This section covers the transportation of items that are considered hazardous materials. This includes the federal and international regulations that regulate these goods, how to recognize hazardous materials, and the key responsibilities for retailers.
Hazardous materials are materials with the potential for health, safety, or environmental hazards during transportation in commerce. A wide variety of consumer products and other chemicals that are routinely distributed and sold by retailers may be hazardous materials, including:
Hazardous Materials rules apply to anyone who offers hazardous materials to a carrier for transportation or anyone who transports hazardous materials in commerce.
Retailers who send hazardous materials from distribution centers to stores, who ship hazardous materials directly to customers, or who send hazardous materials in reverse logistics are hazardous materials shippers. In addition, retailers who send hazardous materials using their own transportation fleet are also hazardous materials carriers.
The Pipeline and Hazardous Materials Safety Administration (PHMSA) within the U.S. Department of Transportation has established rules for how hazardous materials must be transported by road, rail, air and water. These rules are commonly known as the Hazardous Materials Regulations or the HMR.
Common carriers, such as overnight delivery services or the U.S. Postal Service, impose additional restrictions on hazardous materials. For example, some overnight carriers require compliance with international air regulations, such as the International Air Transport Association (IATA) Dangerous Goods Regulations. It is important to check with your carrier to make sure you are complying with their requirements for shipping hazardous materials.
Imports from overseas are generally subject to international rules, such as the IATA Dangerous Goods Regulations, if imported by air, or the International Maritime Dangerous Goods Code, if imported by sea. Under some circumstances, shippers may use Canada’s Transportation of Dangerous Goods Regulations for transportation by motor vehicle or rail from the United States to Canada, or from Canada to the United States. Transportation to or from Mexico generally must be in accordance with the hazardous materials rules of each respective country (i.e., the HMR for the portion of the journey in the United States).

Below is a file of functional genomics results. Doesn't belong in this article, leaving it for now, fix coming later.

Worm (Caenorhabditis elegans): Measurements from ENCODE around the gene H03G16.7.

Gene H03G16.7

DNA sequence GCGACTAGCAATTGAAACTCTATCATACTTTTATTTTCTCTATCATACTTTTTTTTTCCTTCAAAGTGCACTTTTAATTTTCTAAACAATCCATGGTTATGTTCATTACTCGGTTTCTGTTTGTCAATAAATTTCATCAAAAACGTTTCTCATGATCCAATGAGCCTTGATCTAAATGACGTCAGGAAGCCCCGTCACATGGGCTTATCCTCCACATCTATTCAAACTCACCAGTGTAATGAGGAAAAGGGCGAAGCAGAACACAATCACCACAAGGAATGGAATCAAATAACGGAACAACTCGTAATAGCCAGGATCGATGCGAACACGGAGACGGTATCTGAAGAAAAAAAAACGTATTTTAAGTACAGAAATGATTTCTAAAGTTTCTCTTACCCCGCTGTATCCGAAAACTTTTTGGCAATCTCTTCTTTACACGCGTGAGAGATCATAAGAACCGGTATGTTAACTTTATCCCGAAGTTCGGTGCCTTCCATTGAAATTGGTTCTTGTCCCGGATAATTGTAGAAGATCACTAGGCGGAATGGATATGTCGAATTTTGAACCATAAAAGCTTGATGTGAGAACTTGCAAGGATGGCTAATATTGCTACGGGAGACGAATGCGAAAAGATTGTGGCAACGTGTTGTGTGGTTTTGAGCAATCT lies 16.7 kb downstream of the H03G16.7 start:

The federal PHMSA regulations generally preempt state regulation of hazardous materials transportation, although states may in some cases impose additional requirements as long as they are not inconsistent with federal requirements. For example, some states require licenses for transporting hazardous materials, in addition to federal requirements.
Requirements for transporting hazardous materials vary based on the type of hazardous material, the quantity being transported, the manner of packaging, the mode of transportation (e.g., air or ground), and the transport route (e.g., domestic or international).
Hazardous materials are materials listed in an HMR table in 49 C.F.R. 172.101 and any other material that meets the criteria set forth in 49 CFR Part 173 for one or more of the following hazard classes. Hazardous materials also include hazardous substances, hazardous wastes, and marine pollutants, as specified in the HMR.
This might include fireworks, flares, ammunition, and toy rockets.
Gases (Flammable or Non-Flammable)
This might include aerosols, carbon dioxide cartridges, propane tanks, and fire extinguishers.
This might include vanilla extract, some cough syrups, perfumes, nail polish remover, lighter fluid, oil-based paint, and paint thinner.
This might include matches and charcoal.
Oxidizers & Peroxides
This might include some pool chemicals and some cleaning products.
Toxic (Poisonous or Infectious)
This might include some medicines, some garden care products and used needles or other medical wastes from onsite clinics.
This might include some building exit signs and smoke detectors.
This might include lead acid batteries and some cleaning products.
This might include dry ice, lithium batteries and hazardous wastes that do not meet the criteria for hazard classes 1-8.
Information about a product's hazardous materials classification may be in the Safety Data Sheet or may be obtained from the manufacturer.
Some wastes are classified as hazardous materials, including:
Anyone who offers hazardous materials to a carrier or anyone who transports hazardous materials in commerce must comply with detailed requirements for the specific hazardous material and the mode of transportation, including:
Numerous exceptions may be available, depending on the type of material, quantity, packaging, and mode of transport. Exceptions typically provide only limited relief or impose different requirements. Some potentially relevant exceptions for retailers include:
ORM-D Mark for U.S. Ground Transport Available Until 2021
Different requirements apply to each of these exceptions.
Transport Canada, Transportation of Dangerous Goods Regulations
PHMSA, Mexican Standards and Guidance
Look here for retail-specific information on environmental regulations by regulatory area. If you don’t know which areas apply, use the store department search function.